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The majority of the headsets he tried were too bulky and impractical for everyday applications. Others led to motion sickness (technically called latency), due to the restriction of the field of vision, and the time lapse caused when a scene cannot load fast enough to go undetected by the human eye.

His failure to find what he wanted led him to inventing his own VR headset, which would become the Oculus Rift.

The Virtuix Omni is a product endorsed by Palmer Luckey. It works in conjunction with the Oculus Rift or other compatible VR headsets. It is like a treadmill that captures the way you’re walking and moving. It was originally created for the gamer industry but is now highly sought after for use in other markets related to healthcare and the military.

Other VR headsets include HTC Vive, Playstation VR, and the Samsung Gear VR. Microsoft has a VR-AR hybrid coming out this fall called the HoloLens.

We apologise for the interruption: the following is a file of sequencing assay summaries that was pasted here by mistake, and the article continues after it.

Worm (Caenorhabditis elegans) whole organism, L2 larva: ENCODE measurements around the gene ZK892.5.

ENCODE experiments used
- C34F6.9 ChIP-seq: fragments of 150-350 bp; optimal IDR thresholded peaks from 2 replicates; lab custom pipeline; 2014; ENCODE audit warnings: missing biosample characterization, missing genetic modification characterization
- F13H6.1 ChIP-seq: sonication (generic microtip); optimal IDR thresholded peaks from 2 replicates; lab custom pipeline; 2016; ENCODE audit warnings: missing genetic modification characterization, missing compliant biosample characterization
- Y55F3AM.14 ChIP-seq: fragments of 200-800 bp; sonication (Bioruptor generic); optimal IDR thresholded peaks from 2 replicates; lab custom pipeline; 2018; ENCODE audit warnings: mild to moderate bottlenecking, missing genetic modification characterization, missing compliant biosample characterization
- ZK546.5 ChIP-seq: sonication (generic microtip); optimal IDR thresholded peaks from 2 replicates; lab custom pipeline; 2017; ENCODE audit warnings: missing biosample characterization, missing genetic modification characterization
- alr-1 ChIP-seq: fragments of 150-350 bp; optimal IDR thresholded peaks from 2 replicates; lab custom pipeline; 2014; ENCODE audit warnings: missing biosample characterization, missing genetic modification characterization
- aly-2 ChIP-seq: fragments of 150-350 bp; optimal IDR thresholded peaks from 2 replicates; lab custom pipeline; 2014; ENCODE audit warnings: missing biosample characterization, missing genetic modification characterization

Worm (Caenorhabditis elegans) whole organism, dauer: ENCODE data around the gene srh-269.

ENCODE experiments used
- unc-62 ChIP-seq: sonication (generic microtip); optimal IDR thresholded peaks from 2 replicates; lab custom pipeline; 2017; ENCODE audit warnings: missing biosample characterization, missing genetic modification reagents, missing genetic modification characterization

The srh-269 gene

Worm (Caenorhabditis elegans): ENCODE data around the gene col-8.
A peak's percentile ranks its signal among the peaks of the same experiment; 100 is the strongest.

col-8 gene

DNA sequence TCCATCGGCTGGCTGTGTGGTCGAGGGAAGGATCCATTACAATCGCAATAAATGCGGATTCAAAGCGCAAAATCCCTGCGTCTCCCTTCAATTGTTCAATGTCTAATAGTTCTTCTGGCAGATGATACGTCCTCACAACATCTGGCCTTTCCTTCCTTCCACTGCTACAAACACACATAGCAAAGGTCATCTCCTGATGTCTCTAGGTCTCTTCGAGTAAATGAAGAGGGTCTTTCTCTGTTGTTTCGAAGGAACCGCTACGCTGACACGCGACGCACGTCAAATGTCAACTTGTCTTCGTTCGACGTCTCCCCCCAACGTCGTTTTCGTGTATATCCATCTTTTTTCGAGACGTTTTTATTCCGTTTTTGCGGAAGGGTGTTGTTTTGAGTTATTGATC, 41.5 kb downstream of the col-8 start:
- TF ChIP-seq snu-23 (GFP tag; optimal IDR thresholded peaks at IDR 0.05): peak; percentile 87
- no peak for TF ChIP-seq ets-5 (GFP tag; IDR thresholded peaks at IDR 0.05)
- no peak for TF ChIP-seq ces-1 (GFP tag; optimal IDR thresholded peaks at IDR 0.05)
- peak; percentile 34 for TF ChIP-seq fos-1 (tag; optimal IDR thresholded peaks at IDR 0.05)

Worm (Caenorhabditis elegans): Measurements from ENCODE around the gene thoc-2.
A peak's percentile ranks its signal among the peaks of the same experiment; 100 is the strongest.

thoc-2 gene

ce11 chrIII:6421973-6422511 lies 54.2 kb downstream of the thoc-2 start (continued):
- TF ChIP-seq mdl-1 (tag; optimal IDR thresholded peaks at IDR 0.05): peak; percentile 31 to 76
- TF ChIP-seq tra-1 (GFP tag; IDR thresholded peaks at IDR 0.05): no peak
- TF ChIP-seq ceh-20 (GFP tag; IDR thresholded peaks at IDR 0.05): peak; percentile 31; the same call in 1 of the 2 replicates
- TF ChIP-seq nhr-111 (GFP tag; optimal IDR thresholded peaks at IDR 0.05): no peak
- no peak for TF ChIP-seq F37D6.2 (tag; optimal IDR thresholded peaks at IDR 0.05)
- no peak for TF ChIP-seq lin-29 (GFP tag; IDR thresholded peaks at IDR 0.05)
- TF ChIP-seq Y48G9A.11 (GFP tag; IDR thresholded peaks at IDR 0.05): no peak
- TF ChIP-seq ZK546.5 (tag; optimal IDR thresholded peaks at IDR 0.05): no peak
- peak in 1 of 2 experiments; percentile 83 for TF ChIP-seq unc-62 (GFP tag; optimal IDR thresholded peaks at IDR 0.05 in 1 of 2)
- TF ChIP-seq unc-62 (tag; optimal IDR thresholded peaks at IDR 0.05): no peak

VR is unlike anything you’ve ever experienced before. It isn’t like watching a movie, as you’re immersed in the environment.

Where We’re Going We Don’t Need Roads

While we might not be walking around with our pants inside out or have flying Deloreans, there is one thing Back to the Future II got right: wearable technology. Virtual reality headsets are the future, and ready or not the future is here.

VR is being integrated into every industry you can think of, from medicine to outdoor apparel. However, VR in the workplace has some key advantages and disadvantages.